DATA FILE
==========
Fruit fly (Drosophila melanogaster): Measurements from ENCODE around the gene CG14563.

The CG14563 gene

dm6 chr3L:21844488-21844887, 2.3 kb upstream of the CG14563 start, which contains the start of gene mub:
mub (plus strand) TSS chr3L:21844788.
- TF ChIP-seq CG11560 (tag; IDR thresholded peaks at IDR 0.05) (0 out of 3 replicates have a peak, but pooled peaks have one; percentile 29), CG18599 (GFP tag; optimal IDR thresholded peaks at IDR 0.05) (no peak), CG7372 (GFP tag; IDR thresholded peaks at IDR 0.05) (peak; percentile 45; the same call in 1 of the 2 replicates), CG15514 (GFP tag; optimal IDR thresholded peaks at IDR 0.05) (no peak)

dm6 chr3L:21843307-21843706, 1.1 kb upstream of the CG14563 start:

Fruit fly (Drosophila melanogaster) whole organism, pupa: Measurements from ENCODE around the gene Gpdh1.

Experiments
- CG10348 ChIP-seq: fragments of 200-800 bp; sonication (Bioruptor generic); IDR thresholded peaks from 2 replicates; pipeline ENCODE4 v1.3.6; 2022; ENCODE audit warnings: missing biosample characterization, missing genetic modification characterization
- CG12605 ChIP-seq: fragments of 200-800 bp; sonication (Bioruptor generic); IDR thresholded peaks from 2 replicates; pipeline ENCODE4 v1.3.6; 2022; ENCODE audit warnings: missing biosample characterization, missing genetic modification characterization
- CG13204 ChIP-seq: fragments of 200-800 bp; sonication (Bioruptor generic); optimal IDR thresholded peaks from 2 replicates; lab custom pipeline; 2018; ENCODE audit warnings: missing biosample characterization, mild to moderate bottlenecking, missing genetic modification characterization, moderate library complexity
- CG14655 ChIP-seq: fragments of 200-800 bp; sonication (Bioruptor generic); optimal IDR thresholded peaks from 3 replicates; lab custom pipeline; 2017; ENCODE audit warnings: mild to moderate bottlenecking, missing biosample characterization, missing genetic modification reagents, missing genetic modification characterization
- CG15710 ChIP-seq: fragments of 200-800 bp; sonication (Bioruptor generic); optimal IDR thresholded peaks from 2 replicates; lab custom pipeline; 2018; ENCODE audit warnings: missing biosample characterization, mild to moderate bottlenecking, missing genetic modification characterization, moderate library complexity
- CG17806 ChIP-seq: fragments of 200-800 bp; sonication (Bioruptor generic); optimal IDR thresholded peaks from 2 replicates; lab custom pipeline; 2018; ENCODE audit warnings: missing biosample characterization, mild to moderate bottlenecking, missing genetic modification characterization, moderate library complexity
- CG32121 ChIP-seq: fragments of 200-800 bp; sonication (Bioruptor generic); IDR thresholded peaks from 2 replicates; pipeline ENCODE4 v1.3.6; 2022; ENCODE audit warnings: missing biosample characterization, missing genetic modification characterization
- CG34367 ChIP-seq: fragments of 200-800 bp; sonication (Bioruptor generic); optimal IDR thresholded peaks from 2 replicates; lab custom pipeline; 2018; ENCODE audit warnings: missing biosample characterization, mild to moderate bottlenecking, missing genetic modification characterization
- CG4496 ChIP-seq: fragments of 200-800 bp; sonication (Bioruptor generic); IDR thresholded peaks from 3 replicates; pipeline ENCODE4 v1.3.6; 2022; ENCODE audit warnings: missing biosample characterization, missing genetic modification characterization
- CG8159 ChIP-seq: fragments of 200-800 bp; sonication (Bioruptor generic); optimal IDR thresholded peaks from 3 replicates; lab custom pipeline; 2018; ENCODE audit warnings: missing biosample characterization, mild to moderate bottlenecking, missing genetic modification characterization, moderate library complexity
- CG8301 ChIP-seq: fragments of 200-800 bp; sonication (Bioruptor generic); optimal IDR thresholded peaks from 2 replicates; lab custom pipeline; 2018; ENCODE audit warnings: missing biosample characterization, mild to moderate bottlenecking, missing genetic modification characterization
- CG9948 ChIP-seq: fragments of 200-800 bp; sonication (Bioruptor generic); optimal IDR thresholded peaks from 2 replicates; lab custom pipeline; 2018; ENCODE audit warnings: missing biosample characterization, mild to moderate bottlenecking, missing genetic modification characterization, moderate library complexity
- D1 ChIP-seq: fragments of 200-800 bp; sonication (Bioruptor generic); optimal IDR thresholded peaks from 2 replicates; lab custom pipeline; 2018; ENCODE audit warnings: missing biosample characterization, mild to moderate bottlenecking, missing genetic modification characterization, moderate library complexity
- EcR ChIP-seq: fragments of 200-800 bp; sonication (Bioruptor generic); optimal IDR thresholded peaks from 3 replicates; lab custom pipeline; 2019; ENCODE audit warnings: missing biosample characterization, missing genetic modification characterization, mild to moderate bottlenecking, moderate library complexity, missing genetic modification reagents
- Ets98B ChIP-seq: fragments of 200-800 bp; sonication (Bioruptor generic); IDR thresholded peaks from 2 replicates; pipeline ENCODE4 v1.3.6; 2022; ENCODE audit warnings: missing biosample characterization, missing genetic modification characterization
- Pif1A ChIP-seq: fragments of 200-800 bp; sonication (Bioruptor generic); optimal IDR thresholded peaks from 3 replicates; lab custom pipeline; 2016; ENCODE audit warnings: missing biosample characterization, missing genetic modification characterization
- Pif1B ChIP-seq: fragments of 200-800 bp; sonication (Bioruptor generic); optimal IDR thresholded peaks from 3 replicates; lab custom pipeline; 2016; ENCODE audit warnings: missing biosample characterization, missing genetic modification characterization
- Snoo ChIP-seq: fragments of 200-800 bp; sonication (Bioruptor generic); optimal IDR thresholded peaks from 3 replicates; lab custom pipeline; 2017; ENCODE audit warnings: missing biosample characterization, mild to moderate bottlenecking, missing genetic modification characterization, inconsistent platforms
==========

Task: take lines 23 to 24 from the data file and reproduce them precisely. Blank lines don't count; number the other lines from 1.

- Ets98B ChIP-seq: fragments of 200-800 bp; sonication (Bioruptor generic); IDR thresholded peaks from 2 replicates; pipeline ENCODE4 v1.3.6; 2022; ENCODE audit warnings: missing biosample characterization, missing genetic modification characterization
- Pif1A ChIP-seq: fragments of 200-800 bp; sonication (Bioruptor generic); optimal IDR thresholded peaks from 3 replicates; lab custom pipeline; 2016; ENCODE audit warnings: missing biosample characterization, missing genetic modification characterization